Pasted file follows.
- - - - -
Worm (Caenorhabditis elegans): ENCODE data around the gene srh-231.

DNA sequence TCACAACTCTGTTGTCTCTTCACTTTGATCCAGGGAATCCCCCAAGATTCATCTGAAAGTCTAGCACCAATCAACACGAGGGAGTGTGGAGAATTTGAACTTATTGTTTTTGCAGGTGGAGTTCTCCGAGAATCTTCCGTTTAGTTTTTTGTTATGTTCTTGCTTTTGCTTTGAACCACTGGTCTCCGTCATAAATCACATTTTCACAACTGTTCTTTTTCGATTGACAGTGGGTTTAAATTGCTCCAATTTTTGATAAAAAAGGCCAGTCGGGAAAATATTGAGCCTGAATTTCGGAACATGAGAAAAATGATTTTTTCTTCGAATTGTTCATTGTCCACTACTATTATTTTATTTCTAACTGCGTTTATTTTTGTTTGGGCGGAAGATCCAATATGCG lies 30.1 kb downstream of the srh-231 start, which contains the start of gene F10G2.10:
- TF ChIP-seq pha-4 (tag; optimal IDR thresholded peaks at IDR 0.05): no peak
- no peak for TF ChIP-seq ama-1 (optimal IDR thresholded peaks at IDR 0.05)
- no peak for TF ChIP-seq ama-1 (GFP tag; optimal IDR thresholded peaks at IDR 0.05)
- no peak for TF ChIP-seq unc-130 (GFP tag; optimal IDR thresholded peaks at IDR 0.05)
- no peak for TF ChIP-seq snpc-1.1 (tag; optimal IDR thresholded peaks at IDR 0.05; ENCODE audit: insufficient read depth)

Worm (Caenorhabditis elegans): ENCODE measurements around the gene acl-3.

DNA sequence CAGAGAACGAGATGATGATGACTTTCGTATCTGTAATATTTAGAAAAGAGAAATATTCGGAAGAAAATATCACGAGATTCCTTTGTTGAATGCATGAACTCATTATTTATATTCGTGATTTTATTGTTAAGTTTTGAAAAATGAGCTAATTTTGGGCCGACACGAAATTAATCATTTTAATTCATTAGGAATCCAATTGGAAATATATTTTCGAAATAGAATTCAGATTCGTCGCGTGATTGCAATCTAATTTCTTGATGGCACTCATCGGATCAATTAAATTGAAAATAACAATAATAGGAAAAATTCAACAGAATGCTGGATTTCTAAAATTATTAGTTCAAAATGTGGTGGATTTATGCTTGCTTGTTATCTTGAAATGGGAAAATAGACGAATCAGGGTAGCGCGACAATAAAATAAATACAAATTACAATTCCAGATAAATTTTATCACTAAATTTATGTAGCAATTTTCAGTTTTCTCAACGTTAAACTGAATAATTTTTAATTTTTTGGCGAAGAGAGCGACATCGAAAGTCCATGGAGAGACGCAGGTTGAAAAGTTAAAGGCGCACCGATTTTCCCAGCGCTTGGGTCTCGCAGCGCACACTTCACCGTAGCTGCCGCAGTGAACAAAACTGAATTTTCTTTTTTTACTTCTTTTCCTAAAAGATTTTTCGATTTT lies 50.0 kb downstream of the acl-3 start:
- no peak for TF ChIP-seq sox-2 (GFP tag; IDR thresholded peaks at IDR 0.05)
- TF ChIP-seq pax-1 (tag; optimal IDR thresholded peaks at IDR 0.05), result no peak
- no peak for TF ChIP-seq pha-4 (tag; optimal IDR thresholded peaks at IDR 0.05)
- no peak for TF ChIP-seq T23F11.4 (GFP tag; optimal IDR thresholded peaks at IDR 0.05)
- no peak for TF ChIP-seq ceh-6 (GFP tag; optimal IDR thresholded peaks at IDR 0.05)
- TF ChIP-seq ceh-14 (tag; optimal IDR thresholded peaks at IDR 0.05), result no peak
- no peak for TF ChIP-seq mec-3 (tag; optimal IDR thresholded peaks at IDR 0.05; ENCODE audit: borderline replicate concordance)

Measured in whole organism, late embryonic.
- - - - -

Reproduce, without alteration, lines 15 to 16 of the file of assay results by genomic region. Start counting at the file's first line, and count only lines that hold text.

- TF ChIP-seq ceh-14 (tag; optimal IDR thresholded peaks at IDR 0.05), result no peak
- no peak for TF ChIP-seq mec-3 (tag; optimal IDR thresholded peaks at IDR 0.05; ENCODE audit: borderline replicate concordance)